According to Knokkers lore, this massive pool iteration is the brainchild of Steve Wienecke, Sparks’ cousin, who says he dreamed up a big pool game in the 1980s. He didn’t get around to building a table until three years ago when he finally managed to lay a concrete slab in his Missouri backyard. Since then the game has taken off.
“We had a party, and we couldn’t get the kids off of it — so I thought, ‘Let’s commercialize this thing — let’s build this for real,’ ” Sparks told AOL News.
Sparks and his cousin began building table prototypes from construction materials, such as railroad ties, indoor/outdoor carpet and recycled tires, and painting bowling balls so they looked like billiards balls.
Through trial and error they say they eventually came out with a table that has the same responsiveness as a standard pool table.
“It has the exact action as a pool table — you can make a three- or a four-rail shot.”
They also realized that normal bowling balls can’t withstand the wear and tear of the game, so Sparks used his background in the plastics industry to design 6-pound Knokkers balls from polyurethane.
Standing on a table and dodging those ricocheting balls isn’t as dangerous as it sounds, according to Sparks.
“We haven’t had anybody hit with a ball,” he said. “Because the balls are only 6 pounds, if you were to be hit with one it would be more of a nuisance. It might hurt, but it wouldn’t injure you.”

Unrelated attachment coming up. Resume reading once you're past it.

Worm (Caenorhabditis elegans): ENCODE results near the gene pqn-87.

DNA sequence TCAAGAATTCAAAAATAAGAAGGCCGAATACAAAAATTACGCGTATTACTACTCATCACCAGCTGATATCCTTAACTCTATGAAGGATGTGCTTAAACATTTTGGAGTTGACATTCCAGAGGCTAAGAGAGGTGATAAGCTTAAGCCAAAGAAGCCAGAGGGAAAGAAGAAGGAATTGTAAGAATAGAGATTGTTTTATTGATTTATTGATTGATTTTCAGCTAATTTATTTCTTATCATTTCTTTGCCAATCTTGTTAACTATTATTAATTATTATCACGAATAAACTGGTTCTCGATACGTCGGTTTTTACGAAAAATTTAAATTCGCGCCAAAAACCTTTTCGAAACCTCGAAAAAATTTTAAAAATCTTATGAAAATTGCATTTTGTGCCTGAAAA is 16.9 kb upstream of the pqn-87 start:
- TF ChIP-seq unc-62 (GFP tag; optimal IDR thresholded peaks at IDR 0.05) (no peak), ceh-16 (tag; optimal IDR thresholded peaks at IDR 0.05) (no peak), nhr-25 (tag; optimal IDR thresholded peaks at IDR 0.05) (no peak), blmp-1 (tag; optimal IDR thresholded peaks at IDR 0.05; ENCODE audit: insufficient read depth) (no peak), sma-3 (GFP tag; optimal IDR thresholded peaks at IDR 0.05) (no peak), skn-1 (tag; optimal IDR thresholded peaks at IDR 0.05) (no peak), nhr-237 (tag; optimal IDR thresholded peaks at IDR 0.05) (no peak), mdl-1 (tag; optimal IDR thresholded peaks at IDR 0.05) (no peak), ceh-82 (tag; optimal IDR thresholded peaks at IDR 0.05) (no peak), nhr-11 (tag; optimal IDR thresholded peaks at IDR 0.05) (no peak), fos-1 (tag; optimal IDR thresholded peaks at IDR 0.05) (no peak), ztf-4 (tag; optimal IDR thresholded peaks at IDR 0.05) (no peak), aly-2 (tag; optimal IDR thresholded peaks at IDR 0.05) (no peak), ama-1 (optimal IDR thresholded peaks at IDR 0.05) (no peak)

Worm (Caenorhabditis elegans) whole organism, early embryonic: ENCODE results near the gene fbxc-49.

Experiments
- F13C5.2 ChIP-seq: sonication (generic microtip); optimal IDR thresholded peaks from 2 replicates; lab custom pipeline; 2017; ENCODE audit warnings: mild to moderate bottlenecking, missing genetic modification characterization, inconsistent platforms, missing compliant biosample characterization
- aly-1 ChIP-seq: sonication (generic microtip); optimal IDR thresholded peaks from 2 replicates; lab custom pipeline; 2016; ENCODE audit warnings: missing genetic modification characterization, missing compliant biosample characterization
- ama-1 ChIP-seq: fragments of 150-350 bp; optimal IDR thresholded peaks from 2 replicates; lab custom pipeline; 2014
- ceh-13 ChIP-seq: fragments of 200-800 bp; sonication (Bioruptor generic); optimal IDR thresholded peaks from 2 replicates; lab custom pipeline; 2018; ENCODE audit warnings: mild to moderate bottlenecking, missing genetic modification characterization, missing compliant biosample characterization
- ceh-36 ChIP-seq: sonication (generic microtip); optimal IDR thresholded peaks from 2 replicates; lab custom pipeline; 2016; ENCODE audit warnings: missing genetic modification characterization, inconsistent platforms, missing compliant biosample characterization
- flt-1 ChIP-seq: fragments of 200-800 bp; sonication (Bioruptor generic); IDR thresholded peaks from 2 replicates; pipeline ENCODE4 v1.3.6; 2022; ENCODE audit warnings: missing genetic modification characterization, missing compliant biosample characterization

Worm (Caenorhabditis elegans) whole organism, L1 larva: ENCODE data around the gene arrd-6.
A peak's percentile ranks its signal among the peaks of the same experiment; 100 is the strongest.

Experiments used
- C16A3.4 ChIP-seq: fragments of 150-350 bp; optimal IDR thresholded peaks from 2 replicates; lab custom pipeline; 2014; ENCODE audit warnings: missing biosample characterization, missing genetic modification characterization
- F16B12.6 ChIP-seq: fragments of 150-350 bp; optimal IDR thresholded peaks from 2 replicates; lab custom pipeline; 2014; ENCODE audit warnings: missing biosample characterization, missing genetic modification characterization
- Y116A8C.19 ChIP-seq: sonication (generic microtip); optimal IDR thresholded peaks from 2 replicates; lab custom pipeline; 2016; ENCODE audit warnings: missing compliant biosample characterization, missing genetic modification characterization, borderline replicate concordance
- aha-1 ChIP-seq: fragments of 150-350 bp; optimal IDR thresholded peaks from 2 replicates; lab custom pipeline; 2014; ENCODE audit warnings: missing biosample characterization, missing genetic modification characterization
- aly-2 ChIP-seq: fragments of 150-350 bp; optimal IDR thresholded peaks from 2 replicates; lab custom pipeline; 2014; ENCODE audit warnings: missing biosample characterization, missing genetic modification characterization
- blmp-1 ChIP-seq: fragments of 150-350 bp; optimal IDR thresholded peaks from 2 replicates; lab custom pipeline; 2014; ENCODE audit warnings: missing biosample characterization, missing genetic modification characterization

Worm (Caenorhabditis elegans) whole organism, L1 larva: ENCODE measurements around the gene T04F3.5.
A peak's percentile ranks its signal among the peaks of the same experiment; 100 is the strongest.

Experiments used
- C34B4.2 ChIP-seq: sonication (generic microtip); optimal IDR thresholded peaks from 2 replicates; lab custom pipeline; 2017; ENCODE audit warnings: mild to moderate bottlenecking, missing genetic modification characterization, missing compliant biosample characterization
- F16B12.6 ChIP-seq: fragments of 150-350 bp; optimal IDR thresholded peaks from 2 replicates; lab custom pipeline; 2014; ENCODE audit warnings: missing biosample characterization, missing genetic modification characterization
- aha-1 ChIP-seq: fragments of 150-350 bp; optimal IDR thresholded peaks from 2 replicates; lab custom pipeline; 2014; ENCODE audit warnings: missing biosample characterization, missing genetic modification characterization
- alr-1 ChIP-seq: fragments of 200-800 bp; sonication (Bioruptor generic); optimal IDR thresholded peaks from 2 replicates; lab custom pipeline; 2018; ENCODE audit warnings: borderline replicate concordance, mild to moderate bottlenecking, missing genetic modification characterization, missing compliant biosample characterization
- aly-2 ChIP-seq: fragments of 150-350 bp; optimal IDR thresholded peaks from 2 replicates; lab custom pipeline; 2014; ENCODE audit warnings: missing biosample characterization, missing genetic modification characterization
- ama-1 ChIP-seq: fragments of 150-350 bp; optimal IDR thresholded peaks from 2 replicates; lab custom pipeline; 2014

Sparks is ready to manufacture tables for interested buyers, and in the next few weeks, he hopes to open the first public Knokkers court at a bowling center in Southern California.
In the next 10 years, Sparks hopes to construct 1,000 tables worldwide. His business is starting out offering two kinds of tables — permanent fixtures intended for bowling alleys, sports bars and the backyards of the most dedicated players (starting at $39,000), and portable tables that can be quickly installed at fairs, festivals and sporting events.
By showing off Knokkers in public places, he hopes the game will win fans.
“It has a real captivating presence. It pulls people in, kind of like moths to light.”
Though he says the game is popular with his kids as well as his mother, Sparks plans to market the game to a demographic between the ages of 21 and 35 — particularly bar and bowling alley patrons.
That’s not very surprising considering the not-so-subtle double entendre in the game’s name and logo.
In fact, Knokkers can serve as an icebreaker for singles looking to hook up at bars and bowling alleys, according to Sparks.
“A girl can say, ‘Hey, look at my Knokkers!’ and get away with it,” he explained.
Beyond the risque jokes, Sparks sees Knokkers as liberating.
“When you’re standing on the felt, it’s kind of taboo. You feel like you’re getting away with something when you’re playing a game.”
“Hey, look at my Knokkers!” is the kind of command that can make a grown man weep with joy.
I know I’m a bit misty.
If you want to see just how much fun it can be for consenting adults to play with their Knokkers, just watch the video.